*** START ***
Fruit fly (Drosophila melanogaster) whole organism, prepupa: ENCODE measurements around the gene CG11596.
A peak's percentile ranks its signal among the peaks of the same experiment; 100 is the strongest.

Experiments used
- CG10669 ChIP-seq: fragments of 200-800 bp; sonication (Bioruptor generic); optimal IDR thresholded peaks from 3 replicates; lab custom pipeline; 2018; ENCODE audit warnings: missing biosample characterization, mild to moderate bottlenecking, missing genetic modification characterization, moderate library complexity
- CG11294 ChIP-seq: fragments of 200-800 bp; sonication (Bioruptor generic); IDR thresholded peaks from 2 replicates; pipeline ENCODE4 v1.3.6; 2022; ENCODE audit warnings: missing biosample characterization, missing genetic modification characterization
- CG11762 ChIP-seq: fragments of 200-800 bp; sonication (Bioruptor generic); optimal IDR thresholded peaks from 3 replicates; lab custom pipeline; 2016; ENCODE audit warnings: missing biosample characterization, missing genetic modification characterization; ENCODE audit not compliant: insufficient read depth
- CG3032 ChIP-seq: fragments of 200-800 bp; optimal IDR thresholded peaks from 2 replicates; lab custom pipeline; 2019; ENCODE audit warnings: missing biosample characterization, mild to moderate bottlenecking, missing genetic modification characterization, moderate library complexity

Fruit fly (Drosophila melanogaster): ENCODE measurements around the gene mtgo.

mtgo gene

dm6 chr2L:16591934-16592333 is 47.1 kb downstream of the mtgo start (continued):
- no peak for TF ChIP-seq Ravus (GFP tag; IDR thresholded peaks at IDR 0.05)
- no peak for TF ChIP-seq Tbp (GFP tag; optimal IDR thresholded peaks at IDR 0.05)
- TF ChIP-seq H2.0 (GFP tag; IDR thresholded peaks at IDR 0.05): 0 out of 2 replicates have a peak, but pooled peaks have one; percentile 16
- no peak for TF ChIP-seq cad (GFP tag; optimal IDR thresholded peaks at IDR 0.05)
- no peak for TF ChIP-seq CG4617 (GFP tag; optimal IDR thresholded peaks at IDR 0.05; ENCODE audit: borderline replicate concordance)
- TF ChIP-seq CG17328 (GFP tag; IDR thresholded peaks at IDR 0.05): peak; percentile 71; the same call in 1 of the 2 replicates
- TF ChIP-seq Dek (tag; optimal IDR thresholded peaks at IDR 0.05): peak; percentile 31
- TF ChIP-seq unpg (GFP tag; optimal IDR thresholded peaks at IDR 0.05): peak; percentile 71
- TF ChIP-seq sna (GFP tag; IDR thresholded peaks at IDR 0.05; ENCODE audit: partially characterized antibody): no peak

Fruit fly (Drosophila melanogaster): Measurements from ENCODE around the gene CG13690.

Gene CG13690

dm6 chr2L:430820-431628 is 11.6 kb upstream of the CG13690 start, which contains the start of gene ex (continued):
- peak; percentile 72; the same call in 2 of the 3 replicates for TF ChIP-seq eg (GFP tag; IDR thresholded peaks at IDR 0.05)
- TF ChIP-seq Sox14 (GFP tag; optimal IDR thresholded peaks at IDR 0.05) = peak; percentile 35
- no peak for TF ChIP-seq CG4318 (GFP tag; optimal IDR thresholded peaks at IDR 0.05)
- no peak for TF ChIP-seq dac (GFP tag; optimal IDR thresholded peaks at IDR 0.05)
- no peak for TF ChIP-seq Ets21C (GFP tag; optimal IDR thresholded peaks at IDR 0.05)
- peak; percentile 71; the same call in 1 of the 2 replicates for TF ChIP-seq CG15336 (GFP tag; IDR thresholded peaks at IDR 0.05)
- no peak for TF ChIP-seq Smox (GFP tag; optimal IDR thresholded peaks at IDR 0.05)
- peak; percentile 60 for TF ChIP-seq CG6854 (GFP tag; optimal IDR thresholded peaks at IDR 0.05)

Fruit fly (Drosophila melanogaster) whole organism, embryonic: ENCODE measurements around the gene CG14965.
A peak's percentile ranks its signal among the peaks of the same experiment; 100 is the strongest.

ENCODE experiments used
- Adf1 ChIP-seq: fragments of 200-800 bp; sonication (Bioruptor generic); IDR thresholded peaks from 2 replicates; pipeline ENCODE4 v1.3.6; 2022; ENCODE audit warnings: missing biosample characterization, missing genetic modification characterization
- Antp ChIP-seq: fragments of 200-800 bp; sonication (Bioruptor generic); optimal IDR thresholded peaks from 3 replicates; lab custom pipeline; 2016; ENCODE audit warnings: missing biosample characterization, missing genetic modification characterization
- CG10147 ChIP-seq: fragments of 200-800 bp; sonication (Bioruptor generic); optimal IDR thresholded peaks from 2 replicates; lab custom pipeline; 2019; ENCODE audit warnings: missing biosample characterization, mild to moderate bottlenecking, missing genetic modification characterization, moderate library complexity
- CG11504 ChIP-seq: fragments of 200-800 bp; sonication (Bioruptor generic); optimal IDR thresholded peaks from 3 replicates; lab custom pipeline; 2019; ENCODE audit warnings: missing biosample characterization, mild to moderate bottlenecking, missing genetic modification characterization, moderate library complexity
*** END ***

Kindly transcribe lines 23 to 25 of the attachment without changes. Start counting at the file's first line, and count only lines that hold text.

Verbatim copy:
- peak; percentile 72; the same call in 2 of the 3 replicates for TF ChIP-seq eg (GFP tag; IDR thresholded peaks at IDR 0.05)
- TF ChIP-seq Sox14 (GFP tag; optimal IDR thresholded peaks at IDR 0.05) = peak; percentile 35
- no peak for TF ChIP-seq CG4318 (GFP tag; optimal IDR thresholded peaks at IDR 0.05)